Security Testing: How to Keep the Egg From Cracking
In a recent study conducted by the Capgemini Consulting Group, it was found that less than one-third of retail banks and insurers offer both strong data privacy practices and a sound security strategy in equal measure.
There is a pressing need for robust security testing. It is also important to understand Gartner’s concept of DevSecOps, a merger of security and DevOps, which is taking the IT industry by the storm.
The subject of cyber security has been somewhat controversial. On one hand, there are cyber security firms that suggest that merely insuring the business is not enough. Small and medium enterprises are in constant danger of being hacked and being driven to bankruptcy, security firms insist. On the other hand, there are many who believe that the truth is being contorted and that the extent to which hackers can break into secure systems is exaggerated.
Both may be true in their own right because the concept of cyber security is like an egg. Whole and contained in a shell neatly protecting the environment within; however, the moment it is forcefully and unceremoniously broken open, the damage is often a painful, gooey mess. For this reason, it becomes all the more important to ensure that there are no chances for even a single crack in the egg, to begin with.
The Impact of Failed Security
The process of security testing can be automated by tools specifically designed to meet the needs of each business. It is important to note that online and digital services do not run by the currency of the country, but rather by the currency of trust. Once it is broken, the subsequent damages seep into far too many layers and impact far too many users. For example, if a famous e-commerce company is hacked, customers may be shown false information and have their money whisked away from their bank accounts. Such an experience would, of course, be a blow to a customer’s trust in the online retail system.
In this example alone, we see the following entities being directly or indirectly impacted:
- The e-commerce platform.
- The e-commerce supply-chain.
- Authentic sellers of the e-commerce platform.
- Customers who lost valuable time and money.
- Friends and family of the impacted customers (through social media).
- Competitors and other e-commerce platforms (the trust of being able to shop online may be questioned altogether).
A similar case of a security breach or data leak in a sensitive industry such as the banking industry would only result in far more disastrous consequences.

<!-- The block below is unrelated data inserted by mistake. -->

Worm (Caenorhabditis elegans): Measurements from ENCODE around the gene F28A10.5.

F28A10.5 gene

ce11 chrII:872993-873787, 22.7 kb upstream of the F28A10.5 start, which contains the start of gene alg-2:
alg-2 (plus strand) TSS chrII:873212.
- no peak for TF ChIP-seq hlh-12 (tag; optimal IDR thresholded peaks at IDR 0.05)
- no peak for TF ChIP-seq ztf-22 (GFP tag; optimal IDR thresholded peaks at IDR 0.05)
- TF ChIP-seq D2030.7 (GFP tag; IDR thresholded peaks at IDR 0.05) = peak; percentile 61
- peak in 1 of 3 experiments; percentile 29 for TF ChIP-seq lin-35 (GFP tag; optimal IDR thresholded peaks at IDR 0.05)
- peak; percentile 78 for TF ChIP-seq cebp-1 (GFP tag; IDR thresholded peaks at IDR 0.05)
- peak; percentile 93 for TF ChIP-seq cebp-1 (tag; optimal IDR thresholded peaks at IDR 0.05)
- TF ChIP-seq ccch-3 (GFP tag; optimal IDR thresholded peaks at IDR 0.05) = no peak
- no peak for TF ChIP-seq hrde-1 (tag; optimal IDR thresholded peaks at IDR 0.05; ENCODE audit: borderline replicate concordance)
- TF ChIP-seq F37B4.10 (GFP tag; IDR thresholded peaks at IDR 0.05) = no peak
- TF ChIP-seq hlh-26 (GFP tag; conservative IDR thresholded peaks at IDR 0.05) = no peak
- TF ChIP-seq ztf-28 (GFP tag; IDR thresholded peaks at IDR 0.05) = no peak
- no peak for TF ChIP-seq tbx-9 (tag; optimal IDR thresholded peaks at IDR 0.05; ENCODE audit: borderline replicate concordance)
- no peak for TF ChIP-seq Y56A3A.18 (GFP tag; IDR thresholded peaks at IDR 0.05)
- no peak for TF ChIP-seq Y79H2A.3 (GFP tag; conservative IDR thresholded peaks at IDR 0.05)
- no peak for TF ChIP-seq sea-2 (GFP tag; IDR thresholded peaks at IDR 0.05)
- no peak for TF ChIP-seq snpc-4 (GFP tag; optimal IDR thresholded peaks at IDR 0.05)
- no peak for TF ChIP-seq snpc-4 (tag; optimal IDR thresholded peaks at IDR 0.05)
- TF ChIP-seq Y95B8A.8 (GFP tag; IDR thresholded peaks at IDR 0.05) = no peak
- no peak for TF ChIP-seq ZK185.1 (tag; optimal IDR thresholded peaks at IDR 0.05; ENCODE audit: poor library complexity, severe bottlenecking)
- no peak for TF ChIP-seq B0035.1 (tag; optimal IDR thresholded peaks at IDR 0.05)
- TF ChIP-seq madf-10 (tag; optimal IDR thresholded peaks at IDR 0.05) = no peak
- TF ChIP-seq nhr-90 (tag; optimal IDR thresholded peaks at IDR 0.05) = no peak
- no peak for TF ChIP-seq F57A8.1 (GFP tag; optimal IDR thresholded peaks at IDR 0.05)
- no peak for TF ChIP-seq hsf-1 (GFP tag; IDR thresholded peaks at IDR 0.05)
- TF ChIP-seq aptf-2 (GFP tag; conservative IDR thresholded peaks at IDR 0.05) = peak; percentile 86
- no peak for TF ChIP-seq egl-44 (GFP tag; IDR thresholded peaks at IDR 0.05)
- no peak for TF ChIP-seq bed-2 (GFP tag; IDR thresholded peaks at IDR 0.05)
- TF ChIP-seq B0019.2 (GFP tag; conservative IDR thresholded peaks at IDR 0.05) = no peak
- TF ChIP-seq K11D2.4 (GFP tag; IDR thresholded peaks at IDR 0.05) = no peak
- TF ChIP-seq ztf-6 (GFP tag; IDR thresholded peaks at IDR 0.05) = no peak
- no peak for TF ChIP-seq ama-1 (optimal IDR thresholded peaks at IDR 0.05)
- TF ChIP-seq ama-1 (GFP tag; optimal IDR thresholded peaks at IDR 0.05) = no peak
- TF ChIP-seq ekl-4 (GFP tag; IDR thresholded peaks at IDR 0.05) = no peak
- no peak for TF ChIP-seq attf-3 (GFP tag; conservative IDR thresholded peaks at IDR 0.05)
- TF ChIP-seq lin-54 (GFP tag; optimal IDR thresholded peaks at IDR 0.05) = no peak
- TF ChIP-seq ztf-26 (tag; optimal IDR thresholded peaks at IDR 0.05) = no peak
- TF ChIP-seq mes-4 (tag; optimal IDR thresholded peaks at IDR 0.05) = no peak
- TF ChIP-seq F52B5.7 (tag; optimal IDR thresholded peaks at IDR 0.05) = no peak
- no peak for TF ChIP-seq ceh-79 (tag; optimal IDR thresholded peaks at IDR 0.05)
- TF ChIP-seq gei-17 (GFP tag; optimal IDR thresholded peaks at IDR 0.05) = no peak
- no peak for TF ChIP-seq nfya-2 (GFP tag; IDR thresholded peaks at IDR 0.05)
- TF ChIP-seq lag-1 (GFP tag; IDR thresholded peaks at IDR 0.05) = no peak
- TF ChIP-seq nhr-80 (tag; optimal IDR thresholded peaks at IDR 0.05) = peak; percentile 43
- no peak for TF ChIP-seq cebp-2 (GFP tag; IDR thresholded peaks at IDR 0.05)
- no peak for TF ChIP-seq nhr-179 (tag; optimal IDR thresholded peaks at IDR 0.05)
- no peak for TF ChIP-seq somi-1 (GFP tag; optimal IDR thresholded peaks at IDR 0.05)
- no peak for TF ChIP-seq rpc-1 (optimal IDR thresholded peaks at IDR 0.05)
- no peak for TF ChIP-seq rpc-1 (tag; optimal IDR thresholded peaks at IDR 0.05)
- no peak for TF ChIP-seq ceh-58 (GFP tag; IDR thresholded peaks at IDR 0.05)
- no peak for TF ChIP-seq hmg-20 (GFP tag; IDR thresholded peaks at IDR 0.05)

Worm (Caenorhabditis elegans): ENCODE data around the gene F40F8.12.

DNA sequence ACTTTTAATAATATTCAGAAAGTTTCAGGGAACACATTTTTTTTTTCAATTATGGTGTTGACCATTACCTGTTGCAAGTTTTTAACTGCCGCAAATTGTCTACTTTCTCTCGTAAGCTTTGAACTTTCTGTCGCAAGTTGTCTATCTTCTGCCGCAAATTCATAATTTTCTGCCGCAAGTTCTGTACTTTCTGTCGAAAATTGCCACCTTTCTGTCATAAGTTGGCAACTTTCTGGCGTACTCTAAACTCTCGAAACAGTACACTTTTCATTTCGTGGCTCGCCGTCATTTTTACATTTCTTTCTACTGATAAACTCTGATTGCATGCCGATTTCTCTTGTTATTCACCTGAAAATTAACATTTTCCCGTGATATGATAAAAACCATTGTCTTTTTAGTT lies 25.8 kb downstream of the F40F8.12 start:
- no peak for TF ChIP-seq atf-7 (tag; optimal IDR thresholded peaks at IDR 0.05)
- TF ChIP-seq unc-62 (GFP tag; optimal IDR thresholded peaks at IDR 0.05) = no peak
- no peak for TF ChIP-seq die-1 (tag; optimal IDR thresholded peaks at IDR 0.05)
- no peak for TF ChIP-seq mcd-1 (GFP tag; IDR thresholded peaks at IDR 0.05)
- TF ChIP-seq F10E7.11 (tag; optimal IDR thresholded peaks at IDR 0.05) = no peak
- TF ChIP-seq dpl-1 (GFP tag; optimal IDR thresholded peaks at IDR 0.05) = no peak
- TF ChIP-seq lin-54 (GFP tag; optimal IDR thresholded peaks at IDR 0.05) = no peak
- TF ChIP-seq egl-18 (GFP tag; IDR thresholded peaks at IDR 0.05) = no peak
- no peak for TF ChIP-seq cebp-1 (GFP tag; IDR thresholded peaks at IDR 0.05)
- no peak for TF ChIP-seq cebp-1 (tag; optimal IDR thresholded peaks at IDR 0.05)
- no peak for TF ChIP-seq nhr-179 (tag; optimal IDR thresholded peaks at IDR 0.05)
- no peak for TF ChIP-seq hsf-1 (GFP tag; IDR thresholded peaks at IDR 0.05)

The Deal With DevSecOps
Gartner’s report on “DevSecOps: How to Seamlessly Integrate Security Into DevOps” notes that:
Information security architects must integrate security at multiple points into DevOps workflows in a collaborative way that is largely transparent to developers, and preserves the teamwork, agility and speed of DevOps and agile development environments, delivering "DevSecOps."
Security controls must be implemented at every junction, in such a way that manual configuration is not required, insists Gartner.
The element of security in IT has become inconvenient to deal with, owing to the rigidity of existing frameworks and the lack of a software element to readily work on making it more robust. As most organizations work in Agile and implement DevOps, it becomes difficult to work with existing security frameworks. Gartner insists that it is essential to embrace a “trust and verify” mindset. In addition, security platforms will be required to expose their functionality through APIs, in order to enable automation. Such measures ensure that security becomes an intricate detail of the entire software, and results in the formation of several layers of protection, in the event of a breach.
Why DevSecOps Is Important
According to Gartner, by 2019, more than 50% of enterprise DevOps initiatives will have incorporated application security testing for custom code, up from less than 10% in 2016.
Information security professionals will soon be involved deeply in the software development lifecycle. While it is crucial for software developers, Quality Assurance (QA) engineers, and operations executives to continue working collaboratively and communicating effectively in DevOps, the inclusion of security testing and information security professionals would result in effectively optimizing and improving the overall security measures, through seamless integration of security measures.
Organizations are usually skeptical about investing in security testing and are afraid that users will be unwilling to make use of sophisticated security measures. However, research shows that most online users, predominantly millennials, are more than willing to pay higher for enhanced security.
Security testing is pivotal in a company’s business strategy, which would invariably be aligned with DevOps. To overlook system and information security is akin to business suicide. As crucial as security testing is, and as useful as security testing tools are, the implementation process is highly customized to suit the need of the business and integrates seamlessly with the existing agile methodology and DevOps process. For this reason, it is important to have a trusted software security testing vendor.